Jack Donovan: My co-author Nathan Miller and I wrote a book about blood-brotherhood because Mr. Miller originally suggested it to me as an alternative to the ideal of “marriage” which carries too much heterosexual cultural baggage to create an innately masculine bond between two men.
But the book really isn’t about same sex-marriage. It’s about rites between men who were predominantly straight. It’s about male bonding and things that men—specifically men—have done to ritualize their friendships and alliances. Very few books have ever handled this topic, and ours is the only one to pull together so much information from so many diverse sources. In our research, we found blood-brotherhood bonds of various kinds in the recorded practices, literature, folklore and mythology of cultures from all over the world, throughout history. […]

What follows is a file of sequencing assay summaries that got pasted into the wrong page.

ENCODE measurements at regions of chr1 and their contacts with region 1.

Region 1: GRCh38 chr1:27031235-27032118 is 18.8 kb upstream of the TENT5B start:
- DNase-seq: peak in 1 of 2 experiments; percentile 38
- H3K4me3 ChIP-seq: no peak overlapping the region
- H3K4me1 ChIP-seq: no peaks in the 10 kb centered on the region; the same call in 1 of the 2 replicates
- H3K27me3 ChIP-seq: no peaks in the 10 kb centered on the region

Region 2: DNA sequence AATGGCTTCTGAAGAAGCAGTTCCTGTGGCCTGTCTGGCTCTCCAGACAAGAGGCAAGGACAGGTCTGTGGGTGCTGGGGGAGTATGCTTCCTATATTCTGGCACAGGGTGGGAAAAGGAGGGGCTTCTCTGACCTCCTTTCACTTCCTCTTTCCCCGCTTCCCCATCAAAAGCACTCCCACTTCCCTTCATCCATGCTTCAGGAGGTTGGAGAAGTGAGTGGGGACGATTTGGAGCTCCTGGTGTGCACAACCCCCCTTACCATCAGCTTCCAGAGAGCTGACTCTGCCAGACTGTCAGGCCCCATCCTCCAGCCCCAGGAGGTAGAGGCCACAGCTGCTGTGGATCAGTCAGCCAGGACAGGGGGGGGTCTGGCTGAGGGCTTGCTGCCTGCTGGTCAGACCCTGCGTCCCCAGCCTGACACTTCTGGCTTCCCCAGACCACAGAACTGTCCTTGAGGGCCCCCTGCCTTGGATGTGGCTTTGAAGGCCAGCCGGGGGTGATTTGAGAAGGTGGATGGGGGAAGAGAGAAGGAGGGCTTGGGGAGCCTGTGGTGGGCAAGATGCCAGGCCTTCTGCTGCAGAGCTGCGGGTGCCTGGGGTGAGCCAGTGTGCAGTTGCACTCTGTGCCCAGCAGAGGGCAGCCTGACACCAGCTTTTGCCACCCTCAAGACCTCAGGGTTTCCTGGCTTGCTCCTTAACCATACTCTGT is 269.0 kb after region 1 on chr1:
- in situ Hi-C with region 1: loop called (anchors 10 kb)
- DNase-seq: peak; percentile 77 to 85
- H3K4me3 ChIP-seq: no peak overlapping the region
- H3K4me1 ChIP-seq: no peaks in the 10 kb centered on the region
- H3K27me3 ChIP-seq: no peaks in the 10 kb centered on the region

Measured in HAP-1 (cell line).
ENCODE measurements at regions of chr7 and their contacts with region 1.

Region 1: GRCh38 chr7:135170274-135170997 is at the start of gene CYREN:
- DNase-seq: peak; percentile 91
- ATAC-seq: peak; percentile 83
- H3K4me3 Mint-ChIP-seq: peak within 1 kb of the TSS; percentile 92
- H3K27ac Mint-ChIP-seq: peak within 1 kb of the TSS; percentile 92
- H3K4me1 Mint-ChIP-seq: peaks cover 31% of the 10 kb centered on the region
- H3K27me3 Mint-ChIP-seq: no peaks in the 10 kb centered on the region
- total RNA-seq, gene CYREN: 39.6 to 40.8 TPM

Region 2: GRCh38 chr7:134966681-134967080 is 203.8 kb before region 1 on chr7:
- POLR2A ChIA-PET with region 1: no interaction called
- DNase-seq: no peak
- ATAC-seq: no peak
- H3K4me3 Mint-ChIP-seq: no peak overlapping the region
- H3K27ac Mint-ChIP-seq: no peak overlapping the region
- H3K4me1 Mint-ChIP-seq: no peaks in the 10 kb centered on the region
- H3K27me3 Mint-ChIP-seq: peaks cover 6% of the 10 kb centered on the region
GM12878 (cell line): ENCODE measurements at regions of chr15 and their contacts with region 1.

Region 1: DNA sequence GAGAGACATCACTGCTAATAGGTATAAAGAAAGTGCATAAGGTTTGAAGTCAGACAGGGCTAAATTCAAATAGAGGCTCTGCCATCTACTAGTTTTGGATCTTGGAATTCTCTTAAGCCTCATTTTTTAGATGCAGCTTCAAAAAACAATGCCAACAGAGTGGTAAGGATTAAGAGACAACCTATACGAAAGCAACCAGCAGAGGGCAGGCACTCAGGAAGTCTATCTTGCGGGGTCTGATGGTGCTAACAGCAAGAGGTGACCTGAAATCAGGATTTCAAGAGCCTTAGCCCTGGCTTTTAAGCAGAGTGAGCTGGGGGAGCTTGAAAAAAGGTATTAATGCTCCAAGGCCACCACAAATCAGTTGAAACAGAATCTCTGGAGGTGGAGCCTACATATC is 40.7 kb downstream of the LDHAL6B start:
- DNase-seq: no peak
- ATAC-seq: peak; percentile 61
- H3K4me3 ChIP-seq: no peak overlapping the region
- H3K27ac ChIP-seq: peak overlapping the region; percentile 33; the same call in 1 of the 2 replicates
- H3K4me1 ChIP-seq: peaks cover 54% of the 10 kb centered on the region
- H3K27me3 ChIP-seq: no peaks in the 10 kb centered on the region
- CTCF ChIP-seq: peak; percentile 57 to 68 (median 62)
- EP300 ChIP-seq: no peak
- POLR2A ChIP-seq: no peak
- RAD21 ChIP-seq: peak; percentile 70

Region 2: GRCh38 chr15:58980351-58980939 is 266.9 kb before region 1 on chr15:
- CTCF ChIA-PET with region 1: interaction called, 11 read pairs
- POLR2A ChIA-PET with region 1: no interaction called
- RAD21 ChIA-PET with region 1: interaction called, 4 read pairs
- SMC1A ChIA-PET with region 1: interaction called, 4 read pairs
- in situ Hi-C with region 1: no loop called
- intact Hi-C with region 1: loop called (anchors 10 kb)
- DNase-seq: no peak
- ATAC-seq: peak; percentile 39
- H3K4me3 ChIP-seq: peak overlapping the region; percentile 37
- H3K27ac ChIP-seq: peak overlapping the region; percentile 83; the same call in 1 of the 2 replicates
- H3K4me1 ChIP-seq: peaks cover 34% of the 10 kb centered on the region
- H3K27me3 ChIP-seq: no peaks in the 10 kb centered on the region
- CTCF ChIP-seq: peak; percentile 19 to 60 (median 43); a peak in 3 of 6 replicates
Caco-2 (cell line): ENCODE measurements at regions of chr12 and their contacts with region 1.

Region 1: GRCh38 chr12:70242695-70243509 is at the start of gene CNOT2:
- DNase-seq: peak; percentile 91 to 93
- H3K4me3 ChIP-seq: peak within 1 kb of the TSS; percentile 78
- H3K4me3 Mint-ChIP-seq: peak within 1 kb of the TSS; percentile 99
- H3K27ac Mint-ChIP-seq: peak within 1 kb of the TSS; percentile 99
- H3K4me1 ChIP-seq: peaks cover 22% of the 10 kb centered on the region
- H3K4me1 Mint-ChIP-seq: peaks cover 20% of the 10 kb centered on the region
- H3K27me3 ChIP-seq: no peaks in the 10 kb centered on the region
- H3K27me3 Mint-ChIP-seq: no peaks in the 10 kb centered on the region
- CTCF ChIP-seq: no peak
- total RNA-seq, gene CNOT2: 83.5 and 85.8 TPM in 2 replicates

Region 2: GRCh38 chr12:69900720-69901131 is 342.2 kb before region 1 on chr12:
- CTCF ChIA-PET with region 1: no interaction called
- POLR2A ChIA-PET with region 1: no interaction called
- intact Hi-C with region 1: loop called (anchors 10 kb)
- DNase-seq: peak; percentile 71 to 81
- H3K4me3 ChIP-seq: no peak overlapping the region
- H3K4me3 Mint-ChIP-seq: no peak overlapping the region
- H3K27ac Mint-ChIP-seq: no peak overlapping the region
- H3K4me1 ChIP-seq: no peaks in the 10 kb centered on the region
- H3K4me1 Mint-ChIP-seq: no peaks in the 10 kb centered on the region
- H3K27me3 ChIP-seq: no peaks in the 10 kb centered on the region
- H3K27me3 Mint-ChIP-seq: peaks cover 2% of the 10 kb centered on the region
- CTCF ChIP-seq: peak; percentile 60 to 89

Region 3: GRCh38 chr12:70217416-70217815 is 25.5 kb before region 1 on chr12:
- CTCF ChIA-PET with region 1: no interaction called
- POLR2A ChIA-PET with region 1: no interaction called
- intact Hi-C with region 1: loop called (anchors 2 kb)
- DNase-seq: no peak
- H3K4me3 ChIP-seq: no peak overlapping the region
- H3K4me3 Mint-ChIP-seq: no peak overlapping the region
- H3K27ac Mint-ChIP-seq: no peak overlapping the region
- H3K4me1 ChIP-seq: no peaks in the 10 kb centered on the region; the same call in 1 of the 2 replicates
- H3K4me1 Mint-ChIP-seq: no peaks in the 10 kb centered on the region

Nathan F. Miller: It’s very interesting, because similar rituals have been performed by men of Africa, aboriginal Australia, and South America — populations that had been separated from each other for tens of thousands of years! Anthropological study of the blood-brother phenomenon shows certain logics that could apply to men anywhere. One reason is the rituals were meant to create a physical connection in a way that imitated natural biological relationships, but allowing the men to control the bond. Another logic was involved in the idea that the blood of a person was their very life or soul, so for two or more men to mingle their lives together was to create the most sacred bond possible. Yet another idea that often went into blood-bond ceremonies was that blood was such a magical substance that “conditional curses” could be placed on the blood, and the potential oath-breakers. Interestingly, instances of blood brother rituals could show all three logics simultaneously; the men involved would be considered to have become actual brothers, yet also something even more sacred than brothers, and have curse-backed promises tied into the agreement as well.